Russian travellers keep faith with trains
Meanwhile, with railway tickets cheaper than airfares tens of millions use the service each year.
Russia is the largest country in the world. With a total area of more than 17 MLN SQ KM, it covers almost twice the area of the second-largest country, Canada.
It takes more than ten hours to fly from Vladivostok in the East to Baltiysk, the most Western Russian city and about eight days for the same journey by train.
But, despite the difference, trains still remain a popular means of travelling in Russia. And it's not only the price of the tickets that attracts passengers but also the train itself.
The first class coach has two-berth cabins, linen and breakfast included. Actually, it's like a fashionable five-star hotel.
In second class four people share a cabin while third class coach, or platskarta, looks more like a hostel. 54 people get stationed there and can have either an upper or lower berth.
In platskarta passengers have no private life as there are no doors in the compartments. So it's easy to share food and their problems.
Nevertheless, it is probably one of the best places to get to know your fellow-travellers.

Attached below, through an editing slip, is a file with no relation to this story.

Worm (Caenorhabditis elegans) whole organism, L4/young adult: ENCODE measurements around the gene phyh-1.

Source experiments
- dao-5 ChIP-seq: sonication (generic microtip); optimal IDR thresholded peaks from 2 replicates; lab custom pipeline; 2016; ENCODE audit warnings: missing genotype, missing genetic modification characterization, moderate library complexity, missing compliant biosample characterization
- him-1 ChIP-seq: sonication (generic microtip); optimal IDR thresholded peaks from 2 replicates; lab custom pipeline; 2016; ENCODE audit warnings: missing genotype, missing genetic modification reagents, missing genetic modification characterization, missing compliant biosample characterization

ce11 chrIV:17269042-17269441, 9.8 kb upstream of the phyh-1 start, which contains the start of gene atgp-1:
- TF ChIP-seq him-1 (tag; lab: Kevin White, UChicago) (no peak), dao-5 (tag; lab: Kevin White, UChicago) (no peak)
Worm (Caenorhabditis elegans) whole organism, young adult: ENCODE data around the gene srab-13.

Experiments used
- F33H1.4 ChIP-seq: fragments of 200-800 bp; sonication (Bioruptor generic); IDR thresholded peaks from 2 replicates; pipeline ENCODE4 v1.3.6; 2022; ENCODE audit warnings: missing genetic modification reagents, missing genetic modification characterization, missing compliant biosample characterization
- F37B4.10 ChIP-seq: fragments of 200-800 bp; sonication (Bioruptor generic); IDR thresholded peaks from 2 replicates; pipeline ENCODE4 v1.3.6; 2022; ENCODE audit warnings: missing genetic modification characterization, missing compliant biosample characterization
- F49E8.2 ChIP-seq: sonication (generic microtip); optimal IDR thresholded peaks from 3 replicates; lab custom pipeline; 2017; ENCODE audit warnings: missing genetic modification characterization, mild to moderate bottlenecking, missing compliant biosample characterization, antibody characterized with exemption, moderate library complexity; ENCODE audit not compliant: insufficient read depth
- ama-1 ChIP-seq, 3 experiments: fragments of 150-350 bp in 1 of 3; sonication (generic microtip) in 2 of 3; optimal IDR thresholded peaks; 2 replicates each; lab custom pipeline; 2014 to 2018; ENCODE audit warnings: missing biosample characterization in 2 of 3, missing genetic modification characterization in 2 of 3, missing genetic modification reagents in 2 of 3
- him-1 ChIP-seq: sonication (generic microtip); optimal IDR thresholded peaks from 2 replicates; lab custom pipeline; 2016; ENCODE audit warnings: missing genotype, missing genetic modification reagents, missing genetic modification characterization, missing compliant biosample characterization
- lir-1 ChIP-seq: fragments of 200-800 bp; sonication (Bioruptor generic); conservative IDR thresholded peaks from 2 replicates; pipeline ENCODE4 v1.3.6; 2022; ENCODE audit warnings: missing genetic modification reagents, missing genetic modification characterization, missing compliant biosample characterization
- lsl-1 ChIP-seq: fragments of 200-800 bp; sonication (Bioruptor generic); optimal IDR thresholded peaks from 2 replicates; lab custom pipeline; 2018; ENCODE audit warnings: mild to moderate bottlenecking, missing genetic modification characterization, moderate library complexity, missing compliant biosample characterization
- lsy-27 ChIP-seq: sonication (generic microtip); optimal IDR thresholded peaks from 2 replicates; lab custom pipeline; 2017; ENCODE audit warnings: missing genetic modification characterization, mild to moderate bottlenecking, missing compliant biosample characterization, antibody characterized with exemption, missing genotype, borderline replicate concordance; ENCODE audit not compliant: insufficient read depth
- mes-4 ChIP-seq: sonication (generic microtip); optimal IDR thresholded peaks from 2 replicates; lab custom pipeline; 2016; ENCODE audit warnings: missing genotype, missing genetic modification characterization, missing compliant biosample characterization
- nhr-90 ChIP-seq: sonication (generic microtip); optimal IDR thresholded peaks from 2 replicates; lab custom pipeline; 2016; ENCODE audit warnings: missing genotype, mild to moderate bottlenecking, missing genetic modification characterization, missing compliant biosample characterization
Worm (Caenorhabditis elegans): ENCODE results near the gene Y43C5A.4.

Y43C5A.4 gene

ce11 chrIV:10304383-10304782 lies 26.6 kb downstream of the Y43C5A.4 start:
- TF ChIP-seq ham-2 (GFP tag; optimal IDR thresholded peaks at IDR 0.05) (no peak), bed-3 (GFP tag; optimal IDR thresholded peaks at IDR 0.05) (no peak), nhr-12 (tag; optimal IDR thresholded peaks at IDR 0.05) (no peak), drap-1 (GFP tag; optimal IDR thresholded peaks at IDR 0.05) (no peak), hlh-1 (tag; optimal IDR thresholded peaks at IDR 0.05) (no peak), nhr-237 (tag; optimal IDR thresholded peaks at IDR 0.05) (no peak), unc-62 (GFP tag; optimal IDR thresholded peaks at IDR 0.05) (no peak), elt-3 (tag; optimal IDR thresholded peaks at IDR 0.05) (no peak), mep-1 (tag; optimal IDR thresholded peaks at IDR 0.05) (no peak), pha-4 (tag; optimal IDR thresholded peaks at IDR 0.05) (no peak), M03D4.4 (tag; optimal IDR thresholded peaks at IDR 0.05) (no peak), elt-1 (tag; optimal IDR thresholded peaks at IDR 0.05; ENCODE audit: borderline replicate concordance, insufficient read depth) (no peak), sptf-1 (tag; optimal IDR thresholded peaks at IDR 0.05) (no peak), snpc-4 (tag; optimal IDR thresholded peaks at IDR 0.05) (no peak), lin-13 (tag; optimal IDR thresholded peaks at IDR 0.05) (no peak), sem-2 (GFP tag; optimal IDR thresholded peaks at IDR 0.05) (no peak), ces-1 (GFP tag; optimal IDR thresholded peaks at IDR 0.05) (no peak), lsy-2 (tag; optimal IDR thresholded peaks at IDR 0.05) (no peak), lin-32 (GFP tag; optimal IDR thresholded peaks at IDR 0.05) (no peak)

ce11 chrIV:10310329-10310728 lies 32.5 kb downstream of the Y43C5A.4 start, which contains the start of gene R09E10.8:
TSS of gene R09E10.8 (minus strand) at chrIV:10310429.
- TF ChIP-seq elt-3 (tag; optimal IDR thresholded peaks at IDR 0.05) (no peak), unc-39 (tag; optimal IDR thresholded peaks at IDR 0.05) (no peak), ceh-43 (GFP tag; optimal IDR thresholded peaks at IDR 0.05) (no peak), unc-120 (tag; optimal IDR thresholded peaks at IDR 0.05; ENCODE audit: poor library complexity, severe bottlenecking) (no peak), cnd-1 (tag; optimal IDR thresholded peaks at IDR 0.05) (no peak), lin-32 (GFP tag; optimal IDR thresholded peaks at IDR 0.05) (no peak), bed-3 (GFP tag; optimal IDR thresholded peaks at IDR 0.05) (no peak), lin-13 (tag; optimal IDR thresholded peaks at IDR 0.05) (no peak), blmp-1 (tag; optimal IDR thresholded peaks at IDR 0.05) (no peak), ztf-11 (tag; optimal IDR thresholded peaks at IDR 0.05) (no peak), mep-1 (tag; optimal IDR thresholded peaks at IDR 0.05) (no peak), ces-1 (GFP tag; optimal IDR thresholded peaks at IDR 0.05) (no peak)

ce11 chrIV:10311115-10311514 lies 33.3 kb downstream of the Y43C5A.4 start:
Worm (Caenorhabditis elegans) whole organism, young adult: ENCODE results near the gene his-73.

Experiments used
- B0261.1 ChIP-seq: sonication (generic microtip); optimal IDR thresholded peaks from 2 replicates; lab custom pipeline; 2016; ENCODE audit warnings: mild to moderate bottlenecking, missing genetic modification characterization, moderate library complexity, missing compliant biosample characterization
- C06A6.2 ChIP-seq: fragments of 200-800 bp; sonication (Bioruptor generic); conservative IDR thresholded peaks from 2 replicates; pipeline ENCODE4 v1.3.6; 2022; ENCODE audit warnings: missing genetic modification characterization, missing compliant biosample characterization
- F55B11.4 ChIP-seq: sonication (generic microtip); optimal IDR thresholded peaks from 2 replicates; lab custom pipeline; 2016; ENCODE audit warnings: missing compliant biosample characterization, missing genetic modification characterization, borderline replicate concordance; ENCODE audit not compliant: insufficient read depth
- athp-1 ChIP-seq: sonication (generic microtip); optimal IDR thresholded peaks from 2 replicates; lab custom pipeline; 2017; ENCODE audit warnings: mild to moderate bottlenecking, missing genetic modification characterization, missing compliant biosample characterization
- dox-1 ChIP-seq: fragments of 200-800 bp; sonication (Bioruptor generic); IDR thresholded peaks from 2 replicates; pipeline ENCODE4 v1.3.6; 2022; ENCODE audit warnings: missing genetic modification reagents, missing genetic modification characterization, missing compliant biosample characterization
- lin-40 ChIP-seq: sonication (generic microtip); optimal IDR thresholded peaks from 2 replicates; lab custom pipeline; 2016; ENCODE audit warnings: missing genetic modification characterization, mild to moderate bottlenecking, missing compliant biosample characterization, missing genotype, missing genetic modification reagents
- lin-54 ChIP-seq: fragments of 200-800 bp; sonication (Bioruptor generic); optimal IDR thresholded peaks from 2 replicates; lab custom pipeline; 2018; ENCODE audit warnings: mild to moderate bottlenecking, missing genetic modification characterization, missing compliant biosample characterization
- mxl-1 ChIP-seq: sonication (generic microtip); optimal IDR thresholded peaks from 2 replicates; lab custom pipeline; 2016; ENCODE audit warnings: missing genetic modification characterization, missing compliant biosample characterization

“I met my wife on a train. It's a special place for me. I always have tender feelings while travelling by train, although trains are not like they used to be,” said Vitaly Komarov, an experienced train traveller.
There are coaches on really new trains which are available for VIP passengers only. There passengers will find a mini gym with a running track and an exercise bike for those who don't want to waste time.
For younger passengers there is a specially equipped and designed room, with cartoon characters on the walls, books, toys and computer games.
But what really remains eternal on Russian trains it is railroad conductors whose job includes more than just checking tickets. They become guardian angels for many passengers for the whole trip.
“We have to be psychologists because all the passengers have different characters. But there are some that you just can't stand. All you're waiting for is for them to get off. But anyway I cannot imagine my life without trains and my passengers,” explained Anna Luzhetskaya, railroad conductor.
And it seems that no Russian can imagine his or her life without trains – relatively safe but really romantic means of travelling.